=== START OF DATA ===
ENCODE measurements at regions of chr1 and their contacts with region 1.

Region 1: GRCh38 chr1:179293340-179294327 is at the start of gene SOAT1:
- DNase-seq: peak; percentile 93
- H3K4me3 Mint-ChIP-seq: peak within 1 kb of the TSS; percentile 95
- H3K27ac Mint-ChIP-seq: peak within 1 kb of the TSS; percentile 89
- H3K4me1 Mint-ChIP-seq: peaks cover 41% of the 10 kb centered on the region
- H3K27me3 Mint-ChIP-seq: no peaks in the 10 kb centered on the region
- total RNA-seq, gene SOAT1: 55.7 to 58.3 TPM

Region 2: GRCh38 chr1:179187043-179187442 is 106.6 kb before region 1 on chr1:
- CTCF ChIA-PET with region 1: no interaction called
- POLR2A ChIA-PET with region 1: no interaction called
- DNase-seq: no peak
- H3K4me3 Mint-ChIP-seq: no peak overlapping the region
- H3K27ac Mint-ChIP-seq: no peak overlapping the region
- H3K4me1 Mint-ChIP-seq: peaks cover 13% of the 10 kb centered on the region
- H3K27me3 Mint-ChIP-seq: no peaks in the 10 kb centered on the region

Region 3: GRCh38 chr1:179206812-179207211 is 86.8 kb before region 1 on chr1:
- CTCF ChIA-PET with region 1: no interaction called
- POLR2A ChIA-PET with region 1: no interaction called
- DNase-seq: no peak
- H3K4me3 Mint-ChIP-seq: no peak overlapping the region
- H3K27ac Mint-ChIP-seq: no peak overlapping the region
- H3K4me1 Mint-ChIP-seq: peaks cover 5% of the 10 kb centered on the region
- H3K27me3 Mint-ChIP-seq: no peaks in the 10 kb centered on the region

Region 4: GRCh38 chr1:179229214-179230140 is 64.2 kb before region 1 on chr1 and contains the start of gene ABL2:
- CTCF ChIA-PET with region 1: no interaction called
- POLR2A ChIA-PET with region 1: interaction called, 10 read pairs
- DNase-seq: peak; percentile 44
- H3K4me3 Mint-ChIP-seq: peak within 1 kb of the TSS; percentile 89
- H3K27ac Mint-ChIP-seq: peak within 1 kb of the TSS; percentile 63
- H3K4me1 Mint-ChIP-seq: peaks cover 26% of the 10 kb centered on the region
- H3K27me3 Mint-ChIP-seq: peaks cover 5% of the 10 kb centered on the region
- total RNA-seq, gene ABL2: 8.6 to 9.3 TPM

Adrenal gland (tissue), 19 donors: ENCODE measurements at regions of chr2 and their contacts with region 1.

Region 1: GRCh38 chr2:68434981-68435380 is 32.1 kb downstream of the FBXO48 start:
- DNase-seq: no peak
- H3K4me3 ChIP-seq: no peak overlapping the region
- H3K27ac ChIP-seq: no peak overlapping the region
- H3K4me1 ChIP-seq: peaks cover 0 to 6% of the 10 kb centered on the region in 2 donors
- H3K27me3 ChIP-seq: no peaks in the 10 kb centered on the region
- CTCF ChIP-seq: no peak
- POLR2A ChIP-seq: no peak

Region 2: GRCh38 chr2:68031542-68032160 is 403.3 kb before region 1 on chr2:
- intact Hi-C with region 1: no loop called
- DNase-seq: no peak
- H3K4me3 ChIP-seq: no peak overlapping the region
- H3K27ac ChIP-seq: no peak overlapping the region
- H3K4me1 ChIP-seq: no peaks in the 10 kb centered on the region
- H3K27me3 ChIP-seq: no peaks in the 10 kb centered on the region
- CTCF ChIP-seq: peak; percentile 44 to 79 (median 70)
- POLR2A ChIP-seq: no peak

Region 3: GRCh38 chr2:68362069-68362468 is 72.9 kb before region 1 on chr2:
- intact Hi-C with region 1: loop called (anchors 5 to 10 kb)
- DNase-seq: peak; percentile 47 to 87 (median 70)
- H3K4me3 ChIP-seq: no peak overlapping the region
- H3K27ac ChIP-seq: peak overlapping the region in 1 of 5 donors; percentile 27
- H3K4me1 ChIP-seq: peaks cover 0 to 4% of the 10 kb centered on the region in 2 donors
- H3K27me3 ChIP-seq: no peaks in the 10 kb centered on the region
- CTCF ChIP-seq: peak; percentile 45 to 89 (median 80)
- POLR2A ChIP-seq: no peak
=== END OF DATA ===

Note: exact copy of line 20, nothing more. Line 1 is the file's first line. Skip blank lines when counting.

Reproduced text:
- DNase-seq: no peak